- Openness? Don’t hold your breath: Kirkpatrick was asked about measure to ensure AARO’s data is one day openly accessible, to which he replied it is within their mission to launch a web portal where an unclassified version of their dataset will be open to the public. He admitted to sending a first version of this portal for submission before Christmas of last year, and since then he hasn’t received a reply from the higher-ups. So whenever AARO allows independent review of the cases they have looked into is anyone’s guess; but considering how the US government is adamant in keeping classified even the videos in which they allegedly shot down non-exotic balloons, my guess is this info will remain classified for a long looong time…
- Let Skynet handle it: One of the most interesting things shared in the hearing is the admission of AARO’s employing artificial intelligence algorithms for “natural language processing” of submitted cases, in trying to determine any sort of coincidences or correlations in the UFOs reported by military personnel to ensure an easier standardization. This reminded me of SCU member Robert Powell’s experiments in similar technology —and the bias problems which can arise from them. Kirkpatrick would go even further than language analysis, however, by exploring how ‘target recognition algorithms’ could ensure potential UFOs don’t end up filtered out by military or civilian sensor systems —which are designed to weed out either very fast or very slow moving objects, because nobody wants to go to Defcon 2 over a flock of birds or a swarm of insects.
- Stick to the science, yo: Even though Kirkpatrick commended the public interest in his office’s mission, he made sure to underscore how he and his team don’t seem to care about Joe Average’s wacky theories on UFO propulsion unless they have gone through the arduous process of scientific peer review. “That’s how Science works, not by blog or social media,” he stated. His words made me think not only on how seasoned UFO researchers like Ray Stanford have tried for decades to woo credentialed scientists to look into the alleged UFO evidence he’s gathered —with very little success, one might add— where he believes breakthroughs in plasma and electromagnetic research can be derived from. But I also wonder if Kirkpatrick is alluding to all the dubious scientific papers produced by the controversial AAWSAP program spearheaded by Robert Bigelow and his team, which have been largely rejected by the majority of mainstream scientists. One thing is for sure, and it is that neither Kirkpatrick nor NASA or the Galileo project will choose to deviate from the trodden path of the scientific method when casting their lens on the UFO enigma. Of course, this takes for granted the assumption that academics are enthusiastic enough with the prospect of risking their careers studying a topic they’ve been told all their lives it’s nothing but a joke —even though the stigma has been somewhat eroded, it is far from being completely gone among certain intellectual circles.
- It’s a marathon, not a sprint run: The other overall theme of the hearing is that, with only 9 months of operation, AARO has just begun and they are in no hurry to crack this riddle. Kirkpatrick and his team are taking things by the book in a very methodical and rigorous manner, which is sure to have felt like a bucket of cold water to all those who have been impatiently waiting for ‘Disclosure’ since 2017.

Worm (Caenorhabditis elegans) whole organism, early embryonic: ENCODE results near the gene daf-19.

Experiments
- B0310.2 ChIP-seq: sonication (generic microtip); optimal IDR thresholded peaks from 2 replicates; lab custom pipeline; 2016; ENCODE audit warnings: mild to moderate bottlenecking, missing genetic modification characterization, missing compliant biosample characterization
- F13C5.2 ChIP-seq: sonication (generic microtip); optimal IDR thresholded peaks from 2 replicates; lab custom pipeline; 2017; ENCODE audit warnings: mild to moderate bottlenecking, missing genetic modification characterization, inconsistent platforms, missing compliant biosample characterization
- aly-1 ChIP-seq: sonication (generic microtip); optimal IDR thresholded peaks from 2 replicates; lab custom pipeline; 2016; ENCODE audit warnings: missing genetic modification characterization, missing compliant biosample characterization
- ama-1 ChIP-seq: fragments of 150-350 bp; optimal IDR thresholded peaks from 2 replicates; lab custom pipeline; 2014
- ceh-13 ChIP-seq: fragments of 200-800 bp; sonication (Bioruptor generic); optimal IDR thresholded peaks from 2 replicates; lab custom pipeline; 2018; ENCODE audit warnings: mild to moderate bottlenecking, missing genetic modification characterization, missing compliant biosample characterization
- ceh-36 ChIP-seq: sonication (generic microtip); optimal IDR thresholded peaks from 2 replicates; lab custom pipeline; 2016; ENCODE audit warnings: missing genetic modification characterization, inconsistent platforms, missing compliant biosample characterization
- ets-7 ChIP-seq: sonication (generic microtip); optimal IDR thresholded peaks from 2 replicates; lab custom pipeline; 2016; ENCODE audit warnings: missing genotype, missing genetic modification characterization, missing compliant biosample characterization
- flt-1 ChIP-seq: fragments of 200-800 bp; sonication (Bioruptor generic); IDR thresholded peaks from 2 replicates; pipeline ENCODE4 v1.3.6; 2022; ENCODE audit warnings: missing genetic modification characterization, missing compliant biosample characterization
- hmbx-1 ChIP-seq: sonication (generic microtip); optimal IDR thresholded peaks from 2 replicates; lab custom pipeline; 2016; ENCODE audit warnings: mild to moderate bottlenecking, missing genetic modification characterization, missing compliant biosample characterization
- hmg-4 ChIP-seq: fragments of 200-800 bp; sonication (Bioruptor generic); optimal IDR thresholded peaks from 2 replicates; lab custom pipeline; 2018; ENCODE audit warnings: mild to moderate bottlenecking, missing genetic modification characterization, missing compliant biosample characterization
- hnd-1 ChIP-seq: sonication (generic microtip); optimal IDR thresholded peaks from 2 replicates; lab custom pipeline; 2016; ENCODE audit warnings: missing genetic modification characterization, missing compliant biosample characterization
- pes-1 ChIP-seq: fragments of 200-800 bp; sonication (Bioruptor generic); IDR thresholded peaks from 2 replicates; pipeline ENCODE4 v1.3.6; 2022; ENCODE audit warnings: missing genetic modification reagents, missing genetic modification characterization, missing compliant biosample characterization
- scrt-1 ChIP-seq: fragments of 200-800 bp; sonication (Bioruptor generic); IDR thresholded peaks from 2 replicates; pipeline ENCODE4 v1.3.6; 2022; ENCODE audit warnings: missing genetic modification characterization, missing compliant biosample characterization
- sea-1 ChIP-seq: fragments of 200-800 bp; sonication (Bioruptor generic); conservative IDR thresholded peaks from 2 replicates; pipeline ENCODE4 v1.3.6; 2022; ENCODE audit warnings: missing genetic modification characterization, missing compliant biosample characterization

These are just a few of the highlights mentioned during the one-hour Congressional hearing. But what about the things that were not mentioned? Like the fact that neither in this proceeding nor in the previous one of last year, the AAWSAP/AATIP programs have ever been officially mentioned by the directors of AOIMSG, the Naval Task Force or AARO. They all seem to have operated as if nothing was gathered by these formerly secret projects sponsored by the late Senator Harry Reid.
Which is problematic to any Lue Elizondo supporters still hanging out there, who have been repeatedly told the US government is in current possession of incontrovertible material evidence (high quality videos in close proximity lasting several minutes or more) which show without a doubt we are indeed dealing with objects that do defy the known laws of physics. Did Elizondo take all that material with him to Wyoming when he cleared out his Pentagon desk after resigning and joining Tom DeLonge’s To the Stars? And why isn’t he and/or Chris Mellon among the ‘senior retired advisors’ providing peer-reviewed consultation to AARO’s analytic methodology?
And what about all the stories we’ve been hearing for years about NORAD’s abilities to track down anything bigger than a grapefruit around Earth’s orbit, and their regular tracking of anomalous objects entering our atmosphere from deep space, allegedly codenamed ‘fast-walkers’? If AARO’s connections with most branches of DoD are so good as Kirkpatrick affirms, then why hasn’t he heard of them, instead of him trying to see if the resolution of civilian satellites tracking the climate is good enough to catch UAP?
Kirkpatrick also mentioned “two dozen witnesses” his office has interviewed who were referred to him by Congress. Just who are these people and what did they see? Have any of them experienced the sort of physical effects studied by Dr. Garry Nolan which seem closely tied to what is popularly known as “Havana Syndrome”?
Kirkpatrick’s AARO is officially mandated to submit an annual report later this year, in June-July. I doubt we will learn a whole lot more from the unclassified version of it, but that shouldn’t surprise anybody. What should surprise anyone is that large portions of the public were convinced the anti-structure nature of the UFO mystery could be comprehended once the red-taped bureaucracy of Washington got involved with it.
Maybe those fans get little comfort in the fact that at least the presentation slides are getting better.